Falcon 2

On top of the Milorganite building at the Jones Island Water Reclamation Facility, two Peregrine Falcons make their home. The falcons, returning this year for their third spring, are living proof of recovery. By 1965, one would have been hard pressed to find a Peregrine Falcon east of the Mississippi River. DDT, a pesticide, had penetrated the food chain and falcons were exposed each time they ate their prey. The DDT caused the falcons to build up fatty tissue, produce eggs with weaker shells and rapidly decline in population.

The Eastern Peregrine Recovery Plan has helped restore biodiversity by providing falcons with urban nesting sites. In many ways, cities mimic falcon’s natural environment. The tall buildings are similar to the high, rocky cliffs that falcons like for nesting, while pigeons and starlings are plentiful prey. Because of the ample prey, Peregrine Falcons in the upper Midwest do not generally migrate.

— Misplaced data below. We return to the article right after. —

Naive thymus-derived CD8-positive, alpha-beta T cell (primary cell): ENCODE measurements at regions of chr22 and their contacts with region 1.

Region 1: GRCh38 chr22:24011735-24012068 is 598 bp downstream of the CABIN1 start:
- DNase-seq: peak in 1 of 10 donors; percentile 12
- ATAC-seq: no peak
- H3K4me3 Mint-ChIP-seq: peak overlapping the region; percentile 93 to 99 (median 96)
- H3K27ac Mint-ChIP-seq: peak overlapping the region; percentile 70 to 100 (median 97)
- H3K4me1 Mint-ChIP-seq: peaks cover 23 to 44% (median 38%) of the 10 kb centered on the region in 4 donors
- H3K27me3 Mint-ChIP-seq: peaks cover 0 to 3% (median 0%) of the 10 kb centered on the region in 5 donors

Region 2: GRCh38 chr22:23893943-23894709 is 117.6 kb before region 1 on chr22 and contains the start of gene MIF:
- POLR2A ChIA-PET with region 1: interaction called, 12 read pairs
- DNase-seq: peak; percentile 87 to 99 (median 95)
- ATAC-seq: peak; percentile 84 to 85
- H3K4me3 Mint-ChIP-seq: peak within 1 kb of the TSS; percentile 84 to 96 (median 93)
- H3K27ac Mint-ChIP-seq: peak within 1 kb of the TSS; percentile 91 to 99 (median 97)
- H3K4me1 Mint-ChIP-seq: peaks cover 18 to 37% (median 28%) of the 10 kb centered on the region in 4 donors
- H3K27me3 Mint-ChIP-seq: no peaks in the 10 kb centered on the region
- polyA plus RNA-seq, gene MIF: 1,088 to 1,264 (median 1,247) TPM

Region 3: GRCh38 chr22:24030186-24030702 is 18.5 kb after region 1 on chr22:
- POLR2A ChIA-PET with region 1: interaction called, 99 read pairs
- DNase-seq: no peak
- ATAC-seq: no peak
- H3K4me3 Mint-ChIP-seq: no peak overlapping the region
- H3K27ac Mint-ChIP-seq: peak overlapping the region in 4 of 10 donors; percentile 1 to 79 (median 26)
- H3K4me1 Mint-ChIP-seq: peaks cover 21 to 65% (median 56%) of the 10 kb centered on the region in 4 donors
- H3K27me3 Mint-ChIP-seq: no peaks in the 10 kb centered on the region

In the fall of 2011, Veolia workers installed a nesting box on top of the Milorganite building at the Jones Island Water Reclamation Facility, and have successfully hatched multiple falcons. The box – which includes a hinged door to facilitate banding of the birds - attracted a nesting pair of Peregrines in spring of 2012.  Three young peregrines hatched, grew and learned to fly from their perches 150 feet above ground.  In 2013 and 2014, the falcons returned and made their nest in the box.  Last year, the pair hatched two young falcons, Alyvia and Dean. This year, the falcons are back and you can watch everything that happens during the nesting season March to September, live on the Falcon Cam.

For more information on how the Jones Island facility protects the environment, stop by on Saturday, September 19 between 10 a.m. and 4:30 p.m. for a tour of the plant.

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